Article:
Siem Reap has been a nice change of pace from Hanoi. It’s pretty relaxed here and the city has everything you need to live comfortably – good grocery stores, coffee shops, and even two co-working spaces. (I am writing this from “The 1961“)

It took me about a week or so to feel settled in to Siem Reap. For me, “settling in” involved:

  • renting a bike
  • going to different coffee shops to find the best one
  • finding a gym
  • finding a good grocery store and buying some groceries
  • doing some odd errands
  • exploring the city by bike

Overall, the transition from Hanoi was pretty smooth and Cambodia is treating me well!

A Trip to Northern Vietnam

On the northern frontier

In the northern Vietnamese hinterlands

A couple weeks ago I took a motorbike trip through Hà Giang province in northern Vietnam. It is considered one of the most beautiful parts of Vietnam with its rugged, mountainous terrain and breathtaking views. It is also one of the least explored areas of the country, having been largely inaccessible due to a lack of reliable roads until recently.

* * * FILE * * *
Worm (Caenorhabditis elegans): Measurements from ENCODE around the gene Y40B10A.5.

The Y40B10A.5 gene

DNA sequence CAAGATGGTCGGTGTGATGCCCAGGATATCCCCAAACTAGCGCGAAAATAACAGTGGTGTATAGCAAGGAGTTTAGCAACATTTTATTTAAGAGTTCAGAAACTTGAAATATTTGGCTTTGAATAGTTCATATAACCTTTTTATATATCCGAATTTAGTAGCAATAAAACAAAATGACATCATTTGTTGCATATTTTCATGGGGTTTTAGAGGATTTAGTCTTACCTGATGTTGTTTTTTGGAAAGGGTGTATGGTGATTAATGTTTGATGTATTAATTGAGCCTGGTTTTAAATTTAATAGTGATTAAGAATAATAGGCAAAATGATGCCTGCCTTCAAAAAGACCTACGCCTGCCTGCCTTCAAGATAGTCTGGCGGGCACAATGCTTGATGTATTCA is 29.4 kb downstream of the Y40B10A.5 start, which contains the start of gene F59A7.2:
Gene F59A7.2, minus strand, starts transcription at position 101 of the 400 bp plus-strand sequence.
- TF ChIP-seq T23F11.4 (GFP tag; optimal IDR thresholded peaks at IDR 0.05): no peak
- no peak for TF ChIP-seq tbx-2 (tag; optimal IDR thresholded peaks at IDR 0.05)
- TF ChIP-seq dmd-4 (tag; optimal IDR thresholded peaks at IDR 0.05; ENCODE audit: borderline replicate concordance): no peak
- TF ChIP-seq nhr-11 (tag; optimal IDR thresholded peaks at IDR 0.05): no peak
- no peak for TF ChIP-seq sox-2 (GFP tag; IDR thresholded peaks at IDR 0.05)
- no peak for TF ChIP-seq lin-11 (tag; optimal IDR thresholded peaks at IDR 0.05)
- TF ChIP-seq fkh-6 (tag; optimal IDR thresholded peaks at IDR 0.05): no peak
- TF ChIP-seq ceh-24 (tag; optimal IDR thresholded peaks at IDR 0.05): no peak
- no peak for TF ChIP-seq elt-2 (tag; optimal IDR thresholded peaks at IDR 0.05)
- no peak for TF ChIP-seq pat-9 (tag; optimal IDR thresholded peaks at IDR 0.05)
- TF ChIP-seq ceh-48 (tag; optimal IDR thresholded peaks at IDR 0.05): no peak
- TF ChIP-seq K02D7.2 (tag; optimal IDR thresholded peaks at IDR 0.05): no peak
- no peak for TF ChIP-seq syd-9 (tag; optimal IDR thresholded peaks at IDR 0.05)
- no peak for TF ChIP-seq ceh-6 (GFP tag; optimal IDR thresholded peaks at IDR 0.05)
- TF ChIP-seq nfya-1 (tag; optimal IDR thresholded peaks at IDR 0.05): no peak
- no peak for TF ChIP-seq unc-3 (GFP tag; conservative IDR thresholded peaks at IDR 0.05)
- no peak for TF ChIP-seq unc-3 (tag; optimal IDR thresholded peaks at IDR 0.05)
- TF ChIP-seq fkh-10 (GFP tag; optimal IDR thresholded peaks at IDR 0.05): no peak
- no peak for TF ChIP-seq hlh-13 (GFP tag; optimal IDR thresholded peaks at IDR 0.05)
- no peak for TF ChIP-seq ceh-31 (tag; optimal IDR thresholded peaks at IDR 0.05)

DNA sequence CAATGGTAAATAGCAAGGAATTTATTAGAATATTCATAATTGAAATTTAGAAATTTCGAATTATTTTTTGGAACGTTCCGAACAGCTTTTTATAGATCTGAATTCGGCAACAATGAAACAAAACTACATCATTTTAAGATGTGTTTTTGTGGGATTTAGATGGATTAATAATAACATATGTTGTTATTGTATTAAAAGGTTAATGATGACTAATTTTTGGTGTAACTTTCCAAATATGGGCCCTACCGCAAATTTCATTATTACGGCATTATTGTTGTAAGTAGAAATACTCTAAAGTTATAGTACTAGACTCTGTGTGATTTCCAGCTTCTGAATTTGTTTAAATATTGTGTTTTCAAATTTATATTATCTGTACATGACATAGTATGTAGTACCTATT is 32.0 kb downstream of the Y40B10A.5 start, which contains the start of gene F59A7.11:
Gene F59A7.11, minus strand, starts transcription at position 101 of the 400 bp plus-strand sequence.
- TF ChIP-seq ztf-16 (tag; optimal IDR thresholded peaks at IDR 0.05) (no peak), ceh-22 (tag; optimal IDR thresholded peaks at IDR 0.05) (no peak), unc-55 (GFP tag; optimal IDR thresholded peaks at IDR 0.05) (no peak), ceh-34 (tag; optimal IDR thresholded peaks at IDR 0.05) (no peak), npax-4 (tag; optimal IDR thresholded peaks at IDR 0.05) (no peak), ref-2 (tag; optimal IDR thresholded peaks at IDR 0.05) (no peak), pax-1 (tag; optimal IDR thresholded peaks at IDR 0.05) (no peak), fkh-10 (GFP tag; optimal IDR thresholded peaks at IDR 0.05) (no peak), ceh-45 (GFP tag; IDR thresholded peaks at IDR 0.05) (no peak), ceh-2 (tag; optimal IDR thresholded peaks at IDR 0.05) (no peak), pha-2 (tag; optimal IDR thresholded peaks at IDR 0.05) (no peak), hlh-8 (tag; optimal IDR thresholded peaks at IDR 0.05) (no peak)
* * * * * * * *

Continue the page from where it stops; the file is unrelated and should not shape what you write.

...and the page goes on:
The weather was mostly overcast and included some light rain with temperatures in the 60’s Fahrenheit. There were some warmer spots, but the sun was hidden the majority of the time. The views were constantly amazing and it was really neat to see all the ethnic Hmong people in their brightly colored outfits along the mountains. They continue to live a very traditional lifestyle of subsistence agriculture.

Below are a few unedited videos I took from the trip. The other person in some of the videos is Gita, my (former) housemate from Canada.

Driving in Hanoi, Part 2

Morning commute in Hanoi

Morning commute in Hanoi

I had heard about the crazy traffic in Hanoi before coming here. But experiencing it first hand gives you a better appreciation for it.